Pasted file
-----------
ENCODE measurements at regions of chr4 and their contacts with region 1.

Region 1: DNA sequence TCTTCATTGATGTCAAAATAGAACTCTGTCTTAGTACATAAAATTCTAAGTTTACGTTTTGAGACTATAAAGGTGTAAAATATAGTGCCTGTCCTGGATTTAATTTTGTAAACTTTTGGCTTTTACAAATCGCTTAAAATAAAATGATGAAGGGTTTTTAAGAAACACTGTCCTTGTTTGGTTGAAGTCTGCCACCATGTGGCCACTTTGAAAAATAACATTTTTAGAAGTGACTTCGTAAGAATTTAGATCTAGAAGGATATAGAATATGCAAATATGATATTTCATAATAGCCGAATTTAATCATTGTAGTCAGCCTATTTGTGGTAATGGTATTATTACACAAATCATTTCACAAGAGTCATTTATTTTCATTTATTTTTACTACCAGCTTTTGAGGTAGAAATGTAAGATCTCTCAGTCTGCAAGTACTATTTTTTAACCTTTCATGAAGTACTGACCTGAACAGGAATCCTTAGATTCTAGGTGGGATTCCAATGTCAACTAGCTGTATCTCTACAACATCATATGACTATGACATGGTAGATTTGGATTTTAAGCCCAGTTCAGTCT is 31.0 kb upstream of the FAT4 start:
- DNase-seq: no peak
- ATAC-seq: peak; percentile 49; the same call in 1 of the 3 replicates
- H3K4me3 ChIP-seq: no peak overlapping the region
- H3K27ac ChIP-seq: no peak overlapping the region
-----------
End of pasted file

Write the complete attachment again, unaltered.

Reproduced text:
ENCODE measurements at regions of chr4 and their contacts with region 1.

Region 1: DNA sequence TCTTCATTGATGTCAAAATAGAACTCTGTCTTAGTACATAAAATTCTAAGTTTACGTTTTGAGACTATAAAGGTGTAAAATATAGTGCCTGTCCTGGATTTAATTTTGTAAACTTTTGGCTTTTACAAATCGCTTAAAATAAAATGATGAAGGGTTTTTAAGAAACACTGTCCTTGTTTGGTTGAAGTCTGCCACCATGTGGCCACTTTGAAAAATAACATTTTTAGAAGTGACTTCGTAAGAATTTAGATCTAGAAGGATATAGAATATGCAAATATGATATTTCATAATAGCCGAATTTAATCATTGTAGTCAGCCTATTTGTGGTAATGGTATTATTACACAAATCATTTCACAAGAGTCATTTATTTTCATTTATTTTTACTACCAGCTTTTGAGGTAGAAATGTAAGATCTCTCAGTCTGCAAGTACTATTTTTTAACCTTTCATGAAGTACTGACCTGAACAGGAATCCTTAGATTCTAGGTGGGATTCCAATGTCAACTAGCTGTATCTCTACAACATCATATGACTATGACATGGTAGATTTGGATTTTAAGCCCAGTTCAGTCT is 31.0 kb upstream of the FAT4 start:
- DNase-seq: no peak
- ATAC-seq: peak; percentile 49; the same call in 1 of the 3 replicates
- H3K4me3 ChIP-seq: no peak overlapping the region
- H3K27ac ChIP-seq: no peak overlapping the region